Here's the NIMBY wrap-up for the week of Tuesday, August 13th.
Secondly, Interboro is one of ten teams recently selected by HUD and the Hurricane Sandy Rebuilding Task Force to participate in an initiative called "Rebuild by Design." As part of our research, we have been doing a lot of research about beach access in New Jersey. Access to New Jersey's beaches is protected by the PUBLIC TRUST DOCTRINE, but this doesn't stop towns from trying their hardest to restrict access, by restricting parking, not building paths, posting phony signs, and even disguising access points as front yards. Superstorm Sandy actually offers an opportunity to better enforce the doctrine: After Superstorm Sandy, State Senators Steve Sweeney and Mike Doherty proposed legislation that would force municipalities that accept state or federal aid to rebuild storm-damaged beaches to provide beach access and beach restroom facilities to the public free of charge. Anyway, in spending a few days researching, we came across some good links:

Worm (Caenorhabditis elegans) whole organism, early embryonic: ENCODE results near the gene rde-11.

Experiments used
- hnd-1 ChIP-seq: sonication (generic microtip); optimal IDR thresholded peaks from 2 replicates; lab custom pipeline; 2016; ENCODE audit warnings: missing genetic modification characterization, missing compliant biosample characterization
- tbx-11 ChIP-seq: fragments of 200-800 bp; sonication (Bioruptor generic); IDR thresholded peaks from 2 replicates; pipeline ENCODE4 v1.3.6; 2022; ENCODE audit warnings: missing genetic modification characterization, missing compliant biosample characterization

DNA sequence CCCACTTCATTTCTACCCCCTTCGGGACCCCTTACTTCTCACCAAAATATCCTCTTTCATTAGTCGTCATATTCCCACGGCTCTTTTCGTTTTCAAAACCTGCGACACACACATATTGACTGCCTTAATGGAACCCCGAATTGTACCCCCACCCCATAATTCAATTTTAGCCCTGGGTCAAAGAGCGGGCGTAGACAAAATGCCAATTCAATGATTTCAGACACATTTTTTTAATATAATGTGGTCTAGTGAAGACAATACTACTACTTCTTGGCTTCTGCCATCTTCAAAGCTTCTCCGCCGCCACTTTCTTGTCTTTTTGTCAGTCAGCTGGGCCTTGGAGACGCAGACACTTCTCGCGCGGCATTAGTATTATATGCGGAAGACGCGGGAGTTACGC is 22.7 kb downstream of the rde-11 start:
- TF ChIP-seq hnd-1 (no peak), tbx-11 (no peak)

-On the elusiveness of access
-On an interesting plan for complying with the accessibility mandate
-A message from NJDEP on post-Sandy accessibility
-We had never heard of "Beachapedia" but we're happy to know about it now! Here's a handy summary of accessibility rules.
-C.R.A.B. is a good beach-access advocacy group. Check out their "Beachwheels!"
Here's an article in Huffington Post about "No Muslim Parking" Signs posted in a shopping center in Texas.
Here's another random story about a family that is trying to make their neighbors remove a handicapped ramp from in front of their home because they claim it lowers their home's property value.